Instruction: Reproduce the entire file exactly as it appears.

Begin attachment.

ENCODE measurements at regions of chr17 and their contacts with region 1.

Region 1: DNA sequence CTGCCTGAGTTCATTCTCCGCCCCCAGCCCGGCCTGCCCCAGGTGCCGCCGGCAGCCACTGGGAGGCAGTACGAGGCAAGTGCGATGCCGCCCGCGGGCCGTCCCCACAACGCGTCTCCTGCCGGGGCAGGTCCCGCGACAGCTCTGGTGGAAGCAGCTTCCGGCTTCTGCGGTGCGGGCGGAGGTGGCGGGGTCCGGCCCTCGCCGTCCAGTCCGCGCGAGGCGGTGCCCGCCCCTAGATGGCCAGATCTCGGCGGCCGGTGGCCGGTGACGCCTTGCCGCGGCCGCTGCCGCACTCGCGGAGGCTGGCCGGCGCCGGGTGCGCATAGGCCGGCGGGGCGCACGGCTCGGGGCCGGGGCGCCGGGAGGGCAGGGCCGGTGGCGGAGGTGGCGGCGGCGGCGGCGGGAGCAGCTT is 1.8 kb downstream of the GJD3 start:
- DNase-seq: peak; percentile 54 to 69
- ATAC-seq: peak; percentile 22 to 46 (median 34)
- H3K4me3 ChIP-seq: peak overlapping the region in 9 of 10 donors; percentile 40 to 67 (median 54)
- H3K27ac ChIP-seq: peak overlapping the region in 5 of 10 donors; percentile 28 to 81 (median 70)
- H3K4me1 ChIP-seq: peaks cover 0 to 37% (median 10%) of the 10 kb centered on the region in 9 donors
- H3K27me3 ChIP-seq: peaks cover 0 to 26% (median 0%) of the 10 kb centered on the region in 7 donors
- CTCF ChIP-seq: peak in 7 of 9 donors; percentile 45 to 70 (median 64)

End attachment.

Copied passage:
ENCODE measurements at regions of chr17 and their contacts with region 1.

Region 1: DNA sequence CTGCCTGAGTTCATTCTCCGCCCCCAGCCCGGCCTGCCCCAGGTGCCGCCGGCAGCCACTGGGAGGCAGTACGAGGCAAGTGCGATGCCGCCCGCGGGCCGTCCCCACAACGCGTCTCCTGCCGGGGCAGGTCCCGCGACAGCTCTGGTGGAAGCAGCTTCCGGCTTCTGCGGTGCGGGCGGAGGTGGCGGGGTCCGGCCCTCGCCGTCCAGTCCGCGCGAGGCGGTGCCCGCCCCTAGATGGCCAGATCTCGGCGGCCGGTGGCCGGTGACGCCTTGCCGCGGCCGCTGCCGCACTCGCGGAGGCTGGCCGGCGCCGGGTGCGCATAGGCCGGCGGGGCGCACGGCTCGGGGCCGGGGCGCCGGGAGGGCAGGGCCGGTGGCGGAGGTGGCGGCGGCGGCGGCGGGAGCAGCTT is 1.8 kb downstream of the GJD3 start:
- DNase-seq: peak; percentile 54 to 69
- ATAC-seq: peak; percentile 22 to 46 (median 34)
- H3K4me3 ChIP-seq: peak overlapping the region in 9 of 10 donors; percentile 40 to 67 (median 54)
- H3K27ac ChIP-seq: peak overlapping the region in 5 of 10 donors; percentile 28 to 81 (median 70)
- H3K4me1 ChIP-seq: peaks cover 0 to 37% (median 10%) of the 10 kb centered on the region in 9 donors
- H3K27me3 ChIP-seq: peaks cover 0 to 26% (median 0%) of the 10 kb centered on the region in 7 donors
- CTCF ChIP-seq: peak in 7 of 9 donors; percentile 45 to 70 (median 64)